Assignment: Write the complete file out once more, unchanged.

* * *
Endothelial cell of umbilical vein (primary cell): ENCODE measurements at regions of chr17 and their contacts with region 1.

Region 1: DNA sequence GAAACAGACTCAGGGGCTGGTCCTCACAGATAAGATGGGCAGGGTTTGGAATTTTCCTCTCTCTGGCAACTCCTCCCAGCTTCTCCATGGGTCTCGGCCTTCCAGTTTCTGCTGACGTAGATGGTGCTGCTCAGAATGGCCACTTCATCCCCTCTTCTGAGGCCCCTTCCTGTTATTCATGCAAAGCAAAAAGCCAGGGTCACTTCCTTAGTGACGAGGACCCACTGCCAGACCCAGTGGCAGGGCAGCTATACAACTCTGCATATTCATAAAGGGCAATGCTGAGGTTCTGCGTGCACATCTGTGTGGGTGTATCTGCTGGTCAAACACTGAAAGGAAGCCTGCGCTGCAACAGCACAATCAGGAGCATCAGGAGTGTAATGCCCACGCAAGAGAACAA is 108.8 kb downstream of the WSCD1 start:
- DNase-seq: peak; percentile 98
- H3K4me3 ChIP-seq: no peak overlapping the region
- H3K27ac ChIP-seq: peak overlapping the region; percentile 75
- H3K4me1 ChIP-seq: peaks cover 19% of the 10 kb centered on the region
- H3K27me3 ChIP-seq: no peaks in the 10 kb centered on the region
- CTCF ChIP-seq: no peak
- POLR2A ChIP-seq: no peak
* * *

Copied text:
Endothelial cell of umbilical vein (primary cell): ENCODE measurements at regions of chr17 and their contacts with region 1.

Region 1: DNA sequence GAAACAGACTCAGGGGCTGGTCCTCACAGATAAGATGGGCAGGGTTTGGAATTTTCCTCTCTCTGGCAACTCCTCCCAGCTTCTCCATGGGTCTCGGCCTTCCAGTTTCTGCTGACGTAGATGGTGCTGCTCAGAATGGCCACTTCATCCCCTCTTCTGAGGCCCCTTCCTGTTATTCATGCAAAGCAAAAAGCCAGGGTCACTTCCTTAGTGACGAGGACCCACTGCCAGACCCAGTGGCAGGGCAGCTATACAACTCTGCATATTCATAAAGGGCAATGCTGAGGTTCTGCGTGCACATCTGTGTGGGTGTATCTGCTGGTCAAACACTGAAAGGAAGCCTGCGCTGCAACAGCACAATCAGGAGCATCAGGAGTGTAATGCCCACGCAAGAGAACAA is 108.8 kb downstream of the WSCD1 start:
- DNase-seq: peak; percentile 98
- H3K4me3 ChIP-seq: no peak overlapping the region
- H3K27ac ChIP-seq: peak overlapping the region; percentile 75
- H3K4me1 ChIP-seq: peaks cover 19% of the 10 kb centered on the region
- H3K27me3 ChIP-seq: no peaks in the 10 kb centered on the region
- CTCF ChIP-seq: no peak
- POLR2A ChIP-seq: no peak